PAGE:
Frazzled from only 2 hours of sleep the night before (had to be picked up at 3 am by the airport shuttle for a 5:30 departure) and a flight buffeted by nasty turbulence, it's a wonder i was able to speak in cohesive sentences, much less make a meaningful sales pitch!  I started out by handing out brochures and business cards, but then received a great tip from the jewelry vendors in the booth next to ours to ask for names and email addresses from booth visitors.  Lester calls this "pull marketing", enabling us to send info and promotions to our clients, as opposed to simply "pushing" our own brochures and hoping for a response that might never come.  Another great bit of advice from my jewelry friends was to try to write little notes about each client as reminders to make future communications more personal.

Boy, some of those first clients were tough cookies!  One lady came over to see my demonstration of ink annotations in MusicReader.  I was showing her how easy it was to add digital ink stamps of music notation symbols with a mouse, and started by adding a flat next to a note.

"No!" she practically screamed.  "Wrong!!"

"Excuse me?"

"Wrong!! You put the flat in the wrong place!!"
I had no idea what she was talking about and took a closer look at the stamp i had just made:

flat1 

I tried to explain that it was easy to erase digital notations and redraw them, and did so like this:

flat2

"No! No! No! That's completely wrong!" she wailed.  Business lesson #1 insists that the customer is always right, so i erased the offending accidental and gave it another go:

flat3

Finally, she exclaimed, "Yes!  Now that's correct!"  My goodness, i thought she was going to have an aneurism and pop a vessel from her forehead!  "You must understand", she insisted, "I have photographic memory!  PHOTOGRAPHIC MEMORY! I see everything and remember every detail!  If you write it wrong, I can't get it out of my head!!" She brought her hands to her eyes as if to shield them from some visual monstrosity invading her periphery. 

Ooookaaaayy.....moving right along...

Another woman came along and gave a critical squint as i tried to explain the various viewing options with MusicReader - double page views, intelligent half-page views that zoomed the music without cutting staves off, etc.  She looked dourly at my 15 inch HP laptop screen and asked, "Is that the only color for reading the music?"

"Excuse me?" 

"You know - does the music only come in that shade of white?"

Now she had me completely lost.  Assuming i've been reading music for about 37 years or so, I'm pretty sure that most music is supposed to be printed as black ink on white paper, unless i've been horribly color blind all these years...

"Well, it's just that I prefer reading music printed on ivory paper.  That shade of white is just too bright.  And what about an option to have the paper black and the notes white?"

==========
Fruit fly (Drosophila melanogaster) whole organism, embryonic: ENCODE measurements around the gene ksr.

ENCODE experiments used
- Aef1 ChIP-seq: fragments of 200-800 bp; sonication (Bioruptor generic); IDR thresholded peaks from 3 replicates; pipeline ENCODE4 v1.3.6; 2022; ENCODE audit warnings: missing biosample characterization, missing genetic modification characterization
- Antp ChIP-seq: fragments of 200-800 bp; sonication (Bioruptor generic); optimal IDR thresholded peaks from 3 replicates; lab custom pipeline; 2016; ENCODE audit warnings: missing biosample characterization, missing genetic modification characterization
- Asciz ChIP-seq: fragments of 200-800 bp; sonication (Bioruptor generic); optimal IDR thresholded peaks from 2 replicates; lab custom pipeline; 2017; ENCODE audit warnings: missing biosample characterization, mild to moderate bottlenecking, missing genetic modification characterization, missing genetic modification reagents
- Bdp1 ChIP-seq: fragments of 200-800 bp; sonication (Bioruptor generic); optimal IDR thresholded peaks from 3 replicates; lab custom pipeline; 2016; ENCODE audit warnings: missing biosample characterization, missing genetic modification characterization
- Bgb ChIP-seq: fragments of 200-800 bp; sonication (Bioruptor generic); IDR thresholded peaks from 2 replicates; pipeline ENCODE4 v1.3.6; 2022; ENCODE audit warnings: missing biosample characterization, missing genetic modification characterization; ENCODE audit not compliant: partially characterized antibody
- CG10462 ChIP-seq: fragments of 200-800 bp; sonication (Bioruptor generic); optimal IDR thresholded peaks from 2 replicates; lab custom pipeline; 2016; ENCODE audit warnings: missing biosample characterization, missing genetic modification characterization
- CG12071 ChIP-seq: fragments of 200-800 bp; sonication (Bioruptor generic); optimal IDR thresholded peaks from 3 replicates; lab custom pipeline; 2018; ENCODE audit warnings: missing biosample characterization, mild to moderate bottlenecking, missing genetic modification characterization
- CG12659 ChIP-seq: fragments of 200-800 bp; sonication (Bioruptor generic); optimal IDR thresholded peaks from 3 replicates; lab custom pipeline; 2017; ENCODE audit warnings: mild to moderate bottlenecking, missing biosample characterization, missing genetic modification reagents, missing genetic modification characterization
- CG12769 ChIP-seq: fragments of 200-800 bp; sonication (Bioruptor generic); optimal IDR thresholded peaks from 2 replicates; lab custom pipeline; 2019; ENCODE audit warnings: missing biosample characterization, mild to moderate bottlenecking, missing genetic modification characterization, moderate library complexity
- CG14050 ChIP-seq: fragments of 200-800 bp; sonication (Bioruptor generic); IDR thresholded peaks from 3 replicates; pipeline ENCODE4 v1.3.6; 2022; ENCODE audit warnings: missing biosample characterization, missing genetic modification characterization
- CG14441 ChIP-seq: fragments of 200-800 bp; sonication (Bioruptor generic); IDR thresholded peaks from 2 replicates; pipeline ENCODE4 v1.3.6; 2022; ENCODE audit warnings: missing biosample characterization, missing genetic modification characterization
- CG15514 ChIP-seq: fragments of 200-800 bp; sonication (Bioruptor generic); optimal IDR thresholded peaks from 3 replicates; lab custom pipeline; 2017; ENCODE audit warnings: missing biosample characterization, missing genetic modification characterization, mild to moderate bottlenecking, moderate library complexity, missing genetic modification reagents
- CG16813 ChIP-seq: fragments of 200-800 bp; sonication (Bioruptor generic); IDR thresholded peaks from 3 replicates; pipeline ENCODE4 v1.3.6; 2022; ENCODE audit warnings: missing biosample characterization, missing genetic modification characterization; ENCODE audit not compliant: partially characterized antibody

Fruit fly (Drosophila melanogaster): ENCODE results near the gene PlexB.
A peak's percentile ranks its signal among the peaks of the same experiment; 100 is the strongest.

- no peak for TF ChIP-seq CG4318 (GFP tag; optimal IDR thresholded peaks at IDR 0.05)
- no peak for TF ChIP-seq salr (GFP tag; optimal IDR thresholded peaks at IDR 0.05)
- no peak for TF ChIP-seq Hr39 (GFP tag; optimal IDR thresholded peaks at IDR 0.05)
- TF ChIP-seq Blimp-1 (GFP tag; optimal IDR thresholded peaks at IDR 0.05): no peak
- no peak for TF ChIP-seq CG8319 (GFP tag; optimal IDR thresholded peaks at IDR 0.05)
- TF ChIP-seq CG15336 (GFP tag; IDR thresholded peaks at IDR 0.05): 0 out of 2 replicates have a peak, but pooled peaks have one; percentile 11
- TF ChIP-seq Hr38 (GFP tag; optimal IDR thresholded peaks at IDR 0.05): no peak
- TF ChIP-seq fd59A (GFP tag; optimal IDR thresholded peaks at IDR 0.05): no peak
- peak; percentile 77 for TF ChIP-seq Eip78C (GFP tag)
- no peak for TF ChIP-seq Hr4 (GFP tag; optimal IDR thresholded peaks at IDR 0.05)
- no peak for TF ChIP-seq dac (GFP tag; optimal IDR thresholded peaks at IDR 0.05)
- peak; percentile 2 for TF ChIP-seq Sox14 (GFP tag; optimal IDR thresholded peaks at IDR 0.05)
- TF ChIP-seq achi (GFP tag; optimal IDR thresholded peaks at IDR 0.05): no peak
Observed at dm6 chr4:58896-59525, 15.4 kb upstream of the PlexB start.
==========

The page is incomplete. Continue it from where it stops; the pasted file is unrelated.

We certainly want to listen to our customers and take their suggestions into account.  I suppose adding a feature to change the background color of music scores shouldn't be too difficult to implement - it's just pretty remarkable to come across such creative suggestions!

Here are some pictures from our booth setup.  I'm really pleased with how our banners came out, if i may say so myself!

The second day was much better in terms of customer traffic.  Booth visitors seemed much more enthusiastic about the AirTurn/MusicReader concepts.  There were a lot of returning folks bringing friends to show off the AirTurn to them.  Several fellow exhibitors stopped by to discuss possible partnerships, and there was plenty of interest in the Exponential Workshop concept as well - in fact, i may be returning to Atlanta in the fall to do a series of workshops for several music organizations and schools in the area. 

I didn't get much of a chance to see the rest of the exhibitors in detail, but it was quite a menagerie of pianos, digital keyboards, music board games, DVD and computer pedagogy courses, musical accessories, and of course tons and tons of sheet music (the paper kind, naturally).  One enlightening aspect was seeing which vendors were able to present clear, concise messages communicating who they were, what they offered, and what value they brought to the customer. 

More to write, but i think the lack of sleep is catching up to me...

No Trackbacks | Digg this Bookmark this post on del.icio.us. Submit this post on reddit.com. Submit this post on furl.net.l Bookmark this post on Google. Bookmark this post on Yahoo. Add this post to Technorati Favorites Add post text to Rojo Add this to Co.mments Add this post to Newsvine Add this post to Scuttle Add this post to Shadows Add this to Simpy Add this to Spurl Add this to Squidoo Add this to Stumbleupon

Unpacking the MTNA 2009 Exhibitors' Convention

While i didn't get a chance to participate in any of the main MTNA conference or panel discussion events, i still found the Exhibitors' Hall at the 2009 MTNA convention in Atlanta, GA to be a fascinating microcosm of the classical music industry.  My partners Lester and SoYoung were on hand from the first day, and i arrived a day later to help man the AirTurn booth.  This being my very first convention ever, i had absolutely no idea what to expect.  Lester reported that the initial day saw a good bit of foot traffic and some particularly encouraging signs, namely that a good number of folks already recognized who we were and what we were selling.  Of all the companies and products that he's worked on, the AirTurn seems to be achieving the fastest brand recognition so far among our target musician demographics.